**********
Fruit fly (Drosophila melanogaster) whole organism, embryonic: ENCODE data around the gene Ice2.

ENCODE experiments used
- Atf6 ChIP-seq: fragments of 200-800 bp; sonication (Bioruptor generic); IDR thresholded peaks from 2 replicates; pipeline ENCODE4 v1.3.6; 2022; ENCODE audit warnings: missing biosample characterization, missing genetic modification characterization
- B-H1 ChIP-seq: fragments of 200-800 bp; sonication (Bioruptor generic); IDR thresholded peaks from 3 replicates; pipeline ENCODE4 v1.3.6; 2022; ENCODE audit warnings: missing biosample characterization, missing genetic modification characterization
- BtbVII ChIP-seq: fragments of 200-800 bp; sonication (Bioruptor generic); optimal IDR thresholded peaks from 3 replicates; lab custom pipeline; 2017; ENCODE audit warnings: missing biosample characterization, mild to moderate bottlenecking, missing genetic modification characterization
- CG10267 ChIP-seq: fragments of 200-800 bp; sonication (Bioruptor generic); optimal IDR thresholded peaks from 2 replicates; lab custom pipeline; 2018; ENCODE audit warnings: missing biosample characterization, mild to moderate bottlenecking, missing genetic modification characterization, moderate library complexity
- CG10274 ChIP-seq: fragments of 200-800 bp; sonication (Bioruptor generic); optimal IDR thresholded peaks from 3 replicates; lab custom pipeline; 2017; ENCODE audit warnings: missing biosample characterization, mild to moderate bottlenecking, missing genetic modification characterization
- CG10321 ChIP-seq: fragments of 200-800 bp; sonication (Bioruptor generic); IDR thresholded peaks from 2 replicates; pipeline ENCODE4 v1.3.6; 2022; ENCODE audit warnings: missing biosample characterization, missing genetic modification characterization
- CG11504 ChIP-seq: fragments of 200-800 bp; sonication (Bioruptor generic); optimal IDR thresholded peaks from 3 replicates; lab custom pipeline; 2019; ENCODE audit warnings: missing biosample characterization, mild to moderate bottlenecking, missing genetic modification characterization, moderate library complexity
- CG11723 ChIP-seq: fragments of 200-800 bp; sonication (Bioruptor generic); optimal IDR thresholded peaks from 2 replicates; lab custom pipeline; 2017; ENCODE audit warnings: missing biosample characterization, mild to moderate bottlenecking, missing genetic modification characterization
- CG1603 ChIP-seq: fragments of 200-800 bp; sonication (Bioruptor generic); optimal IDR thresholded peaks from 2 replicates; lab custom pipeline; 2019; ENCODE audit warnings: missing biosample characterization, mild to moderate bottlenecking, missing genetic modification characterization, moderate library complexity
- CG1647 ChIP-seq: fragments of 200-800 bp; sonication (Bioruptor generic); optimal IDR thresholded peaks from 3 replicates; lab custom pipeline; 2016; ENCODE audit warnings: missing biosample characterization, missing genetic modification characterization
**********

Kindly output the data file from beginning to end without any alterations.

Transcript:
Fruit fly (Drosophila melanogaster) whole organism, embryonic: ENCODE data around the gene Ice2.

ENCODE experiments used
- Atf6 ChIP-seq: fragments of 200-800 bp; sonication (Bioruptor generic); IDR thresholded peaks from 2 replicates; pipeline ENCODE4 v1.3.6; 2022; ENCODE audit warnings: missing biosample characterization, missing genetic modification characterization
- B-H1 ChIP-seq: fragments of 200-800 bp; sonication (Bioruptor generic); IDR thresholded peaks from 3 replicates; pipeline ENCODE4 v1.3.6; 2022; ENCODE audit warnings: missing biosample characterization, missing genetic modification characterization
- BtbVII ChIP-seq: fragments of 200-800 bp; sonication (Bioruptor generic); optimal IDR thresholded peaks from 3 replicates; lab custom pipeline; 2017; ENCODE audit warnings: missing biosample characterization, mild to moderate bottlenecking, missing genetic modification characterization
- CG10267 ChIP-seq: fragments of 200-800 bp; sonication (Bioruptor generic); optimal IDR thresholded peaks from 2 replicates; lab custom pipeline; 2018; ENCODE audit warnings: missing biosample characterization, mild to moderate bottlenecking, missing genetic modification characterization, moderate library complexity
- CG10274 ChIP-seq: fragments of 200-800 bp; sonication (Bioruptor generic); optimal IDR thresholded peaks from 3 replicates; lab custom pipeline; 2017; ENCODE audit warnings: missing biosample characterization, mild to moderate bottlenecking, missing genetic modification characterization
- CG10321 ChIP-seq: fragments of 200-800 bp; sonication (Bioruptor generic); IDR thresholded peaks from 2 replicates; pipeline ENCODE4 v1.3.6; 2022; ENCODE audit warnings: missing biosample characterization, missing genetic modification characterization
- CG11504 ChIP-seq: fragments of 200-800 bp; sonication (Bioruptor generic); optimal IDR thresholded peaks from 3 replicates; lab custom pipeline; 2019; ENCODE audit warnings: missing biosample characterization, mild to moderate bottlenecking, missing genetic modification characterization, moderate library complexity
- CG11723 ChIP-seq: fragments of 200-800 bp; sonication (Bioruptor generic); optimal IDR thresholded peaks from 2 replicates; lab custom pipeline; 2017; ENCODE audit warnings: missing biosample characterization, mild to moderate bottlenecking, missing genetic modification characterization
- CG1603 ChIP-seq: fragments of 200-800 bp; sonication (Bioruptor generic); optimal IDR thresholded peaks from 2 replicates; lab custom pipeline; 2019; ENCODE audit warnings: missing biosample characterization, mild to moderate bottlenecking, missing genetic modification characterization, moderate library complexity
- CG1647 ChIP-seq: fragments of 200-800 bp; sonication (Bioruptor generic); optimal IDR thresholded peaks from 3 replicates; lab custom pipeline; 2016; ENCODE audit warnings: missing biosample characterization, missing genetic modification characterization